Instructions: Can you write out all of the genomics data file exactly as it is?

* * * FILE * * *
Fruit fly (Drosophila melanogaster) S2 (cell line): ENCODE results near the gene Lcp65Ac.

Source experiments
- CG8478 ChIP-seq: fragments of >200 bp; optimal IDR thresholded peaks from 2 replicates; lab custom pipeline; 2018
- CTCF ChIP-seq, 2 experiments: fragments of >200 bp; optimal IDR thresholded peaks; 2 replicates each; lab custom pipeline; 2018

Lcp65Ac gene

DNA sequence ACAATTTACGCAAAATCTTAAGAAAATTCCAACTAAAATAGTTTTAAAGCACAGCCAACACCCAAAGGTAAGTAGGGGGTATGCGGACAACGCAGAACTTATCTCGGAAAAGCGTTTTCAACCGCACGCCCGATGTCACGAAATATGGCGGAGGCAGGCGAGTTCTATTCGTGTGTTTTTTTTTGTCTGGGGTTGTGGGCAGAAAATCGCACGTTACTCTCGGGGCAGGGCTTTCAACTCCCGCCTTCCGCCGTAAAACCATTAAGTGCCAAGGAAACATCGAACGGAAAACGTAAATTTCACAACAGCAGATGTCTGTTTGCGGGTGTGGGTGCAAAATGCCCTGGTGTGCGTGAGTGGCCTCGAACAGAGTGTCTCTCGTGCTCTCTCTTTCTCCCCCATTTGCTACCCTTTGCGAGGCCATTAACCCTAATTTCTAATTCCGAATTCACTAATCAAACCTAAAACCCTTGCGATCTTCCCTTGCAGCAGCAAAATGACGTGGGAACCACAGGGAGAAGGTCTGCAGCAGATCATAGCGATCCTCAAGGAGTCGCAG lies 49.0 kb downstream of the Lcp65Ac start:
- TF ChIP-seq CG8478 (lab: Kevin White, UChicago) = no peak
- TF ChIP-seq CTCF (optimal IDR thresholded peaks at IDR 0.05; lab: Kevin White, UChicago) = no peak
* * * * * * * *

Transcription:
Fruit fly (Drosophila melanogaster) S2 (cell line): ENCODE results near the gene Lcp65Ac.

Source experiments
- CG8478 ChIP-seq: fragments of >200 bp; optimal IDR thresholded peaks from 2 replicates; lab custom pipeline; 2018
- CTCF ChIP-seq, 2 experiments: fragments of >200 bp; optimal IDR thresholded peaks; 2 replicates each; lab custom pipeline; 2018

Lcp65Ac gene

DNA sequence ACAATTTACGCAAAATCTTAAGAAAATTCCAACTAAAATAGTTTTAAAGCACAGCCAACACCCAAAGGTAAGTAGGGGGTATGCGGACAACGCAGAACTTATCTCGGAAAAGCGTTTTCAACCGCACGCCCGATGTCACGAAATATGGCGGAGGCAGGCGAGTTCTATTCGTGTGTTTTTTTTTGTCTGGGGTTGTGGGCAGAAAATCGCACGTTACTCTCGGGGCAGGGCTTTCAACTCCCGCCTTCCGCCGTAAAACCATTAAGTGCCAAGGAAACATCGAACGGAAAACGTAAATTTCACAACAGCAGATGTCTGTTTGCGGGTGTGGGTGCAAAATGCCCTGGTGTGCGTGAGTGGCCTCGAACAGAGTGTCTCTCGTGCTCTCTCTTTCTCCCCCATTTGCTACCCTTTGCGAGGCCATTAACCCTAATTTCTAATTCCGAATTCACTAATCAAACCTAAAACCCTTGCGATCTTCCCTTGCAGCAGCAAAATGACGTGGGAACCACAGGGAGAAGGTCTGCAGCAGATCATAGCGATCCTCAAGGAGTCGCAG lies 49.0 kb downstream of the Lcp65Ac start:
- TF ChIP-seq CG8478 (lab: Kevin White, UChicago) = no peak
- TF ChIP-seq CTCF (optimal IDR thresholded peaks at IDR 0.05; lab: Kevin White, UChicago) = no peak